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Here's a wonderful story which I picked up via Google Reader from Viral Video Chart (well worth following for videos that can be used in class).
I'm not sure what I'd do with it in class, possibly use it as a starting point for a creative writing exercise, possibly for Valentine's Day. But it's too wonderful not to use it!
Any suggestions as to how it could be used?
Related posts: Things I take to class #3: Something I've never tried before Fun ad: what happened next? Writing Prompts: wonderful ideas [...]
Here's another one which is "just an idea" for class, and which I found in an article on today's Guardian.
You might not want to do it as your learners' first experience of creative writing, but if they were to do it anonymously and each receive a letter from another member of the class, it would be at least both original and creative, two things we surely want in our classrooms.
Alternatively, you could have your learners post them on noticeboards and so on around the school. You never know, you might start something…!
Here's one for Halloween. I'm not sure that there's actually the basis of a lesson there, but it's fun (and class should be fun, shouldn't it?).
If there's not class time to spend on such things, an Edmodo group for your class is a great place to share and comment on such things, even (especially?) when there's no formal "activity" that has to be completed, and it's simply a social activity (which learning is, or should be, anyway).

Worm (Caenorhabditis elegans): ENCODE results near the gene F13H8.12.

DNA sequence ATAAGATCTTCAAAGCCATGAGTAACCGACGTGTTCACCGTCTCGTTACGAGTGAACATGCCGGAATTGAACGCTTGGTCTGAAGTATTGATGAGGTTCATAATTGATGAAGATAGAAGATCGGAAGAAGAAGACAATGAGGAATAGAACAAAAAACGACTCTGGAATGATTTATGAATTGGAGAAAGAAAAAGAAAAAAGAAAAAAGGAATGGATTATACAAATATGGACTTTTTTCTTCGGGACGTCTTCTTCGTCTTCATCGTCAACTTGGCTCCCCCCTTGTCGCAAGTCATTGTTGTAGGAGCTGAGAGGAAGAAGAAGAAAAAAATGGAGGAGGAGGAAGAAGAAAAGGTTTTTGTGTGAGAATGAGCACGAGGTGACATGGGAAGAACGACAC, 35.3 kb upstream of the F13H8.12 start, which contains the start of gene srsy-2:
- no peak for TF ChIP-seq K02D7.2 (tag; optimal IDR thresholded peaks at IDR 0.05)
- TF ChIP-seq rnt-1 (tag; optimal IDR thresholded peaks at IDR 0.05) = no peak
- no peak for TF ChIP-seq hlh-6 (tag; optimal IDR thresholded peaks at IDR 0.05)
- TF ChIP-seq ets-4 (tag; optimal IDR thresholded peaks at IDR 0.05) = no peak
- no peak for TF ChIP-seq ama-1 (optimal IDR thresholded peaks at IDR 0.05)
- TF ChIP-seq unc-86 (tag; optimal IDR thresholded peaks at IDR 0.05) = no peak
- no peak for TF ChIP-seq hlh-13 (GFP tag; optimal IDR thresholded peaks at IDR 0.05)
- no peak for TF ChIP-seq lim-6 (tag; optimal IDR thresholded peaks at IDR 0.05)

One of the many things I like about Edmodo is that learners start to post and share [...]
Here's one for you if you've got class on Monday, Halloween.
I love this activity as it's so simple, requires so little in the way of preparation, and (assuming you've picked a good clip for it) always generates lots of interaction between the learners.
The idea has been around a long time, since the days of VCRs (video, that is), when that was "new technology". All you have to do is pair your students and have one person in each pair sit with their backs to the screen, while their partner provides a running [...]
Photo: Tom Walton
Here's one I got in the newsletter from very useful English Language Teaching Contacts Scheme (or ELTeCS), which has six regional e-mail newslists covering the world and carrying news but also useful links and ideas for lessons.
This particular Christmas lesson idea is on the wonderful TeachingEnglish.org.uk site, surely the best site for English teachers on the web.
Apart from the lesson and the "Christmas is cancelled" story by Nancy A. Cavanaugh that it is based on, your learners could also have a lot of fun writing [...]
One that was suggested in the DevelopingTeachers.com Teaching Tips 156 newsletter…
This Friday (23rd) is Saint George's Day and DT have a debate on that on DebateWise, as well as lesson ideas for it. Debatewise might be fun for your learners to see how many people out in cyberspace they could pull into a debate… Your first classroom debate: what kind of subject is going to interest people?!
It could also work well if you were working with another school (or another class in your own school).